War Games

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Four Canadian soldiers were killed by an American bomb dropped by an American Pilot. Those are the facts, but who was to blame?

Having “war games” in a war zone is kind of like having a stickball game on the freeway. Whoever planned these night training maneuvers in the middle of a war, in territory that was open to dispute, that didn’t give enough notice to all combatants, bears some or most of the blame.

Stupid is such a harsh word, but in this case, with four deaths it is a fine term to use. War zones are just that, and any time you fire your weapon, you not only give away your position, but open yourself to both friendly and enemy fire. This loss of four Canadians is not only tragic, it could and should have been avoided. Lack of common sense at the top and lack of war time experience were the major contributing factors.

Major Harry Schmidt of the Illinois Air National Guard will suffer from this mistake for the rest of his life. Charges have been brought that he was told twice not to fire. I can only imagine that those bringing these charges have never been under fire and have never had the loss of clear thinking due to extreme fatigue caused by long hours and constant adrenaline rushes.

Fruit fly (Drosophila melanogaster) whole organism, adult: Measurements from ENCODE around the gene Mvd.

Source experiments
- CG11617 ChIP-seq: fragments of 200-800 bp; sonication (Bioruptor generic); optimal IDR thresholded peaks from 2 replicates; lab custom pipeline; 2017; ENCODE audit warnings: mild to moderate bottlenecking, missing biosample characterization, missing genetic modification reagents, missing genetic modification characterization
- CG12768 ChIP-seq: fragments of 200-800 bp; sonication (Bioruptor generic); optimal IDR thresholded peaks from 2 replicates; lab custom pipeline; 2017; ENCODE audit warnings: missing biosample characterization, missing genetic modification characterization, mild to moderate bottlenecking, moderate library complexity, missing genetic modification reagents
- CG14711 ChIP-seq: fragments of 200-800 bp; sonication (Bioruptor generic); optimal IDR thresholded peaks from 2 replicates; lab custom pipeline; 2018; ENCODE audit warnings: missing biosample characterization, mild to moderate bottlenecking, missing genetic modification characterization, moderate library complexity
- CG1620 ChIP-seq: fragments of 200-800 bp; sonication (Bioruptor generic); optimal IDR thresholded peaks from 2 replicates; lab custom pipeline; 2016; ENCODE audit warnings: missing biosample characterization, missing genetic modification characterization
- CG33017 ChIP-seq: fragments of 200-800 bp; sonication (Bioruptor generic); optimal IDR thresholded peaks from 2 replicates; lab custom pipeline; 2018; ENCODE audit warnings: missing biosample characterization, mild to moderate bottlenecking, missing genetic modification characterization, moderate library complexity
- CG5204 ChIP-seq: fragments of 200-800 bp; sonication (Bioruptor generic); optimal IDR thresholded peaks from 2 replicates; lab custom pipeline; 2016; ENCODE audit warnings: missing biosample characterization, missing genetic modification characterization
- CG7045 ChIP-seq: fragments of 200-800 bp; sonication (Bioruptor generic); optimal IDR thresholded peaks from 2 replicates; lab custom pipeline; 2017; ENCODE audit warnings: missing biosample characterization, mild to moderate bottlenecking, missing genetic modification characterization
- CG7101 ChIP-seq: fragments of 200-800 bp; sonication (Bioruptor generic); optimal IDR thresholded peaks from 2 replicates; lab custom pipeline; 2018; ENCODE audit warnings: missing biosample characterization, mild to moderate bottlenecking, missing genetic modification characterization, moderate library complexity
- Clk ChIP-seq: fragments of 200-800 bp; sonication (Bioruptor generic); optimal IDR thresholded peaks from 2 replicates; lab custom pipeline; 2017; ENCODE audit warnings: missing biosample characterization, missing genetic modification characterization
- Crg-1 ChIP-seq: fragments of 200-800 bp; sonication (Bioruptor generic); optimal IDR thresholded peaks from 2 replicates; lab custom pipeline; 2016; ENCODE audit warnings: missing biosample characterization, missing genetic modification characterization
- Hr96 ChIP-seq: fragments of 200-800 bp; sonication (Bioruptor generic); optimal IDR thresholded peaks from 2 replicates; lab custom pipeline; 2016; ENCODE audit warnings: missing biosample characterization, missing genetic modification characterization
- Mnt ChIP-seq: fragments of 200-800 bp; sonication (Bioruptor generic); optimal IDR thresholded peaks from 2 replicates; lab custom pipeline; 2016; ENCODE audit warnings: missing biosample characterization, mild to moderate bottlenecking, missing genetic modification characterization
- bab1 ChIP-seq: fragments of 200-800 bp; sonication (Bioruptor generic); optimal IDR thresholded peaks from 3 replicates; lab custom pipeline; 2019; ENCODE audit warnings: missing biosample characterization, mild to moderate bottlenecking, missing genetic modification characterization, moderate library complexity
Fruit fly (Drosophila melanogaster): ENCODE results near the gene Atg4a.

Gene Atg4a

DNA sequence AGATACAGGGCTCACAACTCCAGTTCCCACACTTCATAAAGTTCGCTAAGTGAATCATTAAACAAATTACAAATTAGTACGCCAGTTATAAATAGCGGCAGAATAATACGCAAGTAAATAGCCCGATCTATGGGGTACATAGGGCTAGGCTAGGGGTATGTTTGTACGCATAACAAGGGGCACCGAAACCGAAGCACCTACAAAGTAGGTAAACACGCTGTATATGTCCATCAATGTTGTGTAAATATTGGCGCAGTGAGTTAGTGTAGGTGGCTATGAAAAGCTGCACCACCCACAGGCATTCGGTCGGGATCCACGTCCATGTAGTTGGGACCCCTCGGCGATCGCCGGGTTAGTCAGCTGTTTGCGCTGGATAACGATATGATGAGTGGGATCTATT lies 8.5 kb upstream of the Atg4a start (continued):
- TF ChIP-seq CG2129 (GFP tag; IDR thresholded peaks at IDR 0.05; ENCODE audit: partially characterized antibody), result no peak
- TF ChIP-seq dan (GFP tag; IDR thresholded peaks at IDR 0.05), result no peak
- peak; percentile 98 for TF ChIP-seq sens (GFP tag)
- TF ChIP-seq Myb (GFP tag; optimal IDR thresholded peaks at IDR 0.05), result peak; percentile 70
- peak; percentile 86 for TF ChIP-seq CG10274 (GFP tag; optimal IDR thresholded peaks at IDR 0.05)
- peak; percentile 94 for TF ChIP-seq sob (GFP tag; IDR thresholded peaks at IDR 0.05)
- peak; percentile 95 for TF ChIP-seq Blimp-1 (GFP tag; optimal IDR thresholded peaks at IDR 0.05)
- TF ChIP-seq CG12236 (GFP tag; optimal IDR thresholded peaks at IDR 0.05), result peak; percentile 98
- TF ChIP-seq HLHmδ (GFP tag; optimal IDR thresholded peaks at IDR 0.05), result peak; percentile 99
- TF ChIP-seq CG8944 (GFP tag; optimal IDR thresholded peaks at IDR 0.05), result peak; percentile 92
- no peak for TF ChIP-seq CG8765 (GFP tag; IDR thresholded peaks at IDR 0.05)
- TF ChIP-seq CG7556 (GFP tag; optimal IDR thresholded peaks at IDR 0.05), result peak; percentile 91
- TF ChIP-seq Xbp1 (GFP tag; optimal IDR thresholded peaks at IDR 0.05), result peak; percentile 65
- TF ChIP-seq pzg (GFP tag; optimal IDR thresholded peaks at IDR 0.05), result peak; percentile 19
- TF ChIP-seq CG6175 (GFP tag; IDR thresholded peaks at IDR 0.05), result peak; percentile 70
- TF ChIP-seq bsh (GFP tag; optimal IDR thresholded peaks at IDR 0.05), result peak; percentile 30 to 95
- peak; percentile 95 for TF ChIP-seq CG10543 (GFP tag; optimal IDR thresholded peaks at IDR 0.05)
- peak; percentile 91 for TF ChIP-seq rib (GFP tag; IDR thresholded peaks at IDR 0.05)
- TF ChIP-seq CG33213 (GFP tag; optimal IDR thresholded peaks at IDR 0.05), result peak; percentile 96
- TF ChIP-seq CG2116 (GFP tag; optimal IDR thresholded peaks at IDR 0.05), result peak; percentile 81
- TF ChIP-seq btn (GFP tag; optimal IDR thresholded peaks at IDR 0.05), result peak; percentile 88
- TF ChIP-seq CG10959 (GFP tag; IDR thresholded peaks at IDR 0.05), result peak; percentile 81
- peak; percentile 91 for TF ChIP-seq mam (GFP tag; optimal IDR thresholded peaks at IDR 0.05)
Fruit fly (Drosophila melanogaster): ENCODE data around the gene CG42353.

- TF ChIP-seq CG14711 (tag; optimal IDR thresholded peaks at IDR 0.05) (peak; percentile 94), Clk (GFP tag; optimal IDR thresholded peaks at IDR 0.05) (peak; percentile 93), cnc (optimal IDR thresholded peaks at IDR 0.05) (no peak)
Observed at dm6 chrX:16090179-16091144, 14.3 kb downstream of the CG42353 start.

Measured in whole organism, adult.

Combat is a line of work like no other and to expect a man to jump in and out of “Combat Thinking” is asking more than is possible. Either you are in a war or you’re not. Having your life on the line tends to change the way you think.

Those giving the orders not to fire could not see what Major Schmidt was looking at and they never said “those are Canadians down there. They said “wait,” “hold fire.” If you have never waited in combat, you have never seen time crawl. What Major Schmidt did was wrong, but to place a training exercise in a combat zone was equally wrong and an invitation to disaster.

Retired Canadian General Maurice Baril said, “I said very clearly, there was one cause of the accident here. The decision of the pilot to engage at that time was his sole responsibility and he was the cause of the accident.”

Nobody wants to stand up and take responsibility for any tragedy, but here there is room for many. Whoever moved untrained troops into a combat zone for training, the pilot that dropped the bomb, the US commanders who sent a man with too many hours in the air, into combat, and whoever was coordinating that night’s operations and forgot to tell those in the air that training was going on.

You can bet Major Schmidt is the lowest ranking member of that club.

Jim Glaser [send him mail] is a Vietnam vet and a volunteer in veterans hospitals.

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